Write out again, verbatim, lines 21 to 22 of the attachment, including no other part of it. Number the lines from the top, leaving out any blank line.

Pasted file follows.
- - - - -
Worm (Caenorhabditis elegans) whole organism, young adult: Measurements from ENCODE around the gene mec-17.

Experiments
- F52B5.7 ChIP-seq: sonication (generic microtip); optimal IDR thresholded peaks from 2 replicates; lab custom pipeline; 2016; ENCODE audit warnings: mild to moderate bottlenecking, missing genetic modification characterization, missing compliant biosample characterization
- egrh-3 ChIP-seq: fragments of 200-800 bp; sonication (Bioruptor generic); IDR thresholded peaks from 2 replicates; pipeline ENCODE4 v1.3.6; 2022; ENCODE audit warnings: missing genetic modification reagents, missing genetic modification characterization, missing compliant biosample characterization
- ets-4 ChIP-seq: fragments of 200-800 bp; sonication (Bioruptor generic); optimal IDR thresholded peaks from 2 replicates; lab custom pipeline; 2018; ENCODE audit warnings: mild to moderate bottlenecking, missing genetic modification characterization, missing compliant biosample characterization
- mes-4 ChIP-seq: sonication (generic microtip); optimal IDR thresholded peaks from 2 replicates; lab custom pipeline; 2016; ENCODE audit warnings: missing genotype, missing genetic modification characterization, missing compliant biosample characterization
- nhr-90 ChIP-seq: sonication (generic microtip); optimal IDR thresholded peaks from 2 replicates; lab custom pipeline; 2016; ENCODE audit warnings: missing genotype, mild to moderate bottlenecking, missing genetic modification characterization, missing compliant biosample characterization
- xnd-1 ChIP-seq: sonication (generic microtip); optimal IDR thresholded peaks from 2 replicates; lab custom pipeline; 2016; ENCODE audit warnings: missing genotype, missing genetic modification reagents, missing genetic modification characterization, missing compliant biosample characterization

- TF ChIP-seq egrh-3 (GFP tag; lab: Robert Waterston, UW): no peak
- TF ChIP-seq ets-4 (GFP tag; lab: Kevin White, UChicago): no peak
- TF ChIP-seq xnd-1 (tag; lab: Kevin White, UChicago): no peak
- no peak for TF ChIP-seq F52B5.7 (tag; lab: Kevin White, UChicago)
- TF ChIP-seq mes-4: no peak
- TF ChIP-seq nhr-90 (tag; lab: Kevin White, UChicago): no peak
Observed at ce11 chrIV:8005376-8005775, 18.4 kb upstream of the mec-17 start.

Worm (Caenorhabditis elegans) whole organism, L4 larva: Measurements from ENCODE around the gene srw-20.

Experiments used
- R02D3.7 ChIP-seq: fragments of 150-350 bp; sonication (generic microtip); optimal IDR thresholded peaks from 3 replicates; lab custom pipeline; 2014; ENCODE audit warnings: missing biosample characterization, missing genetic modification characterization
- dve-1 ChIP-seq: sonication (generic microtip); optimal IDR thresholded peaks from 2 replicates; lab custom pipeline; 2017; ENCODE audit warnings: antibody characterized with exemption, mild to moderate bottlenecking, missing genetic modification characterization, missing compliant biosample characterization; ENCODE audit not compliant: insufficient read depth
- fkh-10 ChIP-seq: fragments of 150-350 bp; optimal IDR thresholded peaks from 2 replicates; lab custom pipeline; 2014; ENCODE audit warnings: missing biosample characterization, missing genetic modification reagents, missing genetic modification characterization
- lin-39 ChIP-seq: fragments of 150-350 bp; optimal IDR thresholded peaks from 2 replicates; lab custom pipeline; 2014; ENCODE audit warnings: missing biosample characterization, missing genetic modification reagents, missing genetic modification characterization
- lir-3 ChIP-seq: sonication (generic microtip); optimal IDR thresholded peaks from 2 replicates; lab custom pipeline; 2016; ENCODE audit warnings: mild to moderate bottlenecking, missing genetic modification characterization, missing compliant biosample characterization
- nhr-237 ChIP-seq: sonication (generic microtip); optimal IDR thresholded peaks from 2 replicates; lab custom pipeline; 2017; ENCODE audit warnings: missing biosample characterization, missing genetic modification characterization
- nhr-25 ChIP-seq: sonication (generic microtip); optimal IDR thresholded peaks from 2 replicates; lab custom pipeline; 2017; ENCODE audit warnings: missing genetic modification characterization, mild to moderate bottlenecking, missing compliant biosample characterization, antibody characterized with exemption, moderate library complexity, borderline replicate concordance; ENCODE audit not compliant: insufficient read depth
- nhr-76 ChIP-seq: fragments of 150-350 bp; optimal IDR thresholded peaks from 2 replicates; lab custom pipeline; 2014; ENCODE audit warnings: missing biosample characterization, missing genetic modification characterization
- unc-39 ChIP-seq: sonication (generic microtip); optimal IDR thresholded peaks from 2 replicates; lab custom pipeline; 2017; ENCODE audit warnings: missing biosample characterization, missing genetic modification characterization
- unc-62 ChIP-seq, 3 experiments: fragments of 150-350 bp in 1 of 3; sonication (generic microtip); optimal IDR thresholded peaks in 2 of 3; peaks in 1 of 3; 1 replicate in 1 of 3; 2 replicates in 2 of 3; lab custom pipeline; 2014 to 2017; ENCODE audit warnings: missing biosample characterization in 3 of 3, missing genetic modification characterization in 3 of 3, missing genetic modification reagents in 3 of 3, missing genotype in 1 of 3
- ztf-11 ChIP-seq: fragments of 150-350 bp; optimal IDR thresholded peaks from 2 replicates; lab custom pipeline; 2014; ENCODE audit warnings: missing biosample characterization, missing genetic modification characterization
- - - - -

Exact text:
- lin-39 ChIP-seq: fragments of 150-350 bp; optimal IDR thresholded peaks from 2 replicates; lab custom pipeline; 2014; ENCODE audit warnings: missing biosample characterization, missing genetic modification reagents, missing genetic modification characterization
- lir-3 ChIP-seq: sonication (generic microtip); optimal IDR thresholded peaks from 2 replicates; lab custom pipeline; 2016; ENCODE audit warnings: mild to moderate bottlenecking, missing genetic modification characterization, missing compliant biosample characterization